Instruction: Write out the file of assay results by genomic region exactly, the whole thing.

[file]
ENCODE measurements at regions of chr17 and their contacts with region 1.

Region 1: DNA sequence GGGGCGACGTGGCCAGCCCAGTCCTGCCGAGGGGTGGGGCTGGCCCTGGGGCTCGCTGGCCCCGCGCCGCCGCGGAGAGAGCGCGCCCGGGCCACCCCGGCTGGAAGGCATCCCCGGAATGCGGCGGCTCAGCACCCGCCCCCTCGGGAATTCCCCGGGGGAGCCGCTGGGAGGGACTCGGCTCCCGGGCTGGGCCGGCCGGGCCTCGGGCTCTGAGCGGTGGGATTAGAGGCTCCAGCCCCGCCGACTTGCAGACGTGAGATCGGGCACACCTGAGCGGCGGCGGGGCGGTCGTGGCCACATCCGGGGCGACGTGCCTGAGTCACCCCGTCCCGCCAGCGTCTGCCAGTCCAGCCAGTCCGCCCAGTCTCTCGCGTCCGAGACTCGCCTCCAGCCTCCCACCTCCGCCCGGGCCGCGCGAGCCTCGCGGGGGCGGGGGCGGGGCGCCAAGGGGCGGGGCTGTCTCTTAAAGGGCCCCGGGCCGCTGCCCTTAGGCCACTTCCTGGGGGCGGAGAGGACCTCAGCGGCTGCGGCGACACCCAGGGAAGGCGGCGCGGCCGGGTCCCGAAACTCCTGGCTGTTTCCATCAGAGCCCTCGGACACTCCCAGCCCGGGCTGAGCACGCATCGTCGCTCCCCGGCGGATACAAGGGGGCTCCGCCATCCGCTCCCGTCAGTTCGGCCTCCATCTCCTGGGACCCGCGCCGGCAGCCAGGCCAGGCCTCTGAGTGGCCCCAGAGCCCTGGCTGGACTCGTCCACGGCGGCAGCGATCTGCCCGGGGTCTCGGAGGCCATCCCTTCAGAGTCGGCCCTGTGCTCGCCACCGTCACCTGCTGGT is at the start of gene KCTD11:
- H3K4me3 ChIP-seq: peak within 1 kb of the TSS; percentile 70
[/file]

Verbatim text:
ENCODE measurements at regions of chr17 and their contacts with region 1.

Region 1: DNA sequence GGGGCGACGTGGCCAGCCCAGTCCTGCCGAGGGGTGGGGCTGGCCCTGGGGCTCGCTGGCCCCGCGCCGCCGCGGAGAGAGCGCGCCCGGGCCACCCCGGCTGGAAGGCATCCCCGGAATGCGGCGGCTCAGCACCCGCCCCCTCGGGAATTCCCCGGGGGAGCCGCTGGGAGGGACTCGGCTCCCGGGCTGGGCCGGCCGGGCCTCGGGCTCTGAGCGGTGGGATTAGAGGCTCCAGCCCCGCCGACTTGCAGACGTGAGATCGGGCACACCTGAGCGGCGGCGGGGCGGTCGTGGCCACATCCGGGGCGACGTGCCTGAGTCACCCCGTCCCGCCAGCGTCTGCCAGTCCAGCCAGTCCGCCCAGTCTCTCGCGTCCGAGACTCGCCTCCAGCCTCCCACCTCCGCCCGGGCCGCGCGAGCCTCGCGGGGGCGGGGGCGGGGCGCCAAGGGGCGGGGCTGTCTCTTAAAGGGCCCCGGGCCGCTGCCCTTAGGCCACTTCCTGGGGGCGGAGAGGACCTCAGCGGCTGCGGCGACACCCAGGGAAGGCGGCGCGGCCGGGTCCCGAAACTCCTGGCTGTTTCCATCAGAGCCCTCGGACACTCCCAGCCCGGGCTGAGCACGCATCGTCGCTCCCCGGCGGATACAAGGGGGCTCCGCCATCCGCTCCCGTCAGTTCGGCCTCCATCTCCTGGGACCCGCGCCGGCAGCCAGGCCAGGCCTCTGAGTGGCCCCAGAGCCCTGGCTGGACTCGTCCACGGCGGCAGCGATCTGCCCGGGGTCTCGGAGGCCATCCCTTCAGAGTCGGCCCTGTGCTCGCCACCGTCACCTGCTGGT is at the start of gene KCTD11:
- H3K4me3 ChIP-seq: peak within 1 kb of the TSS; percentile 70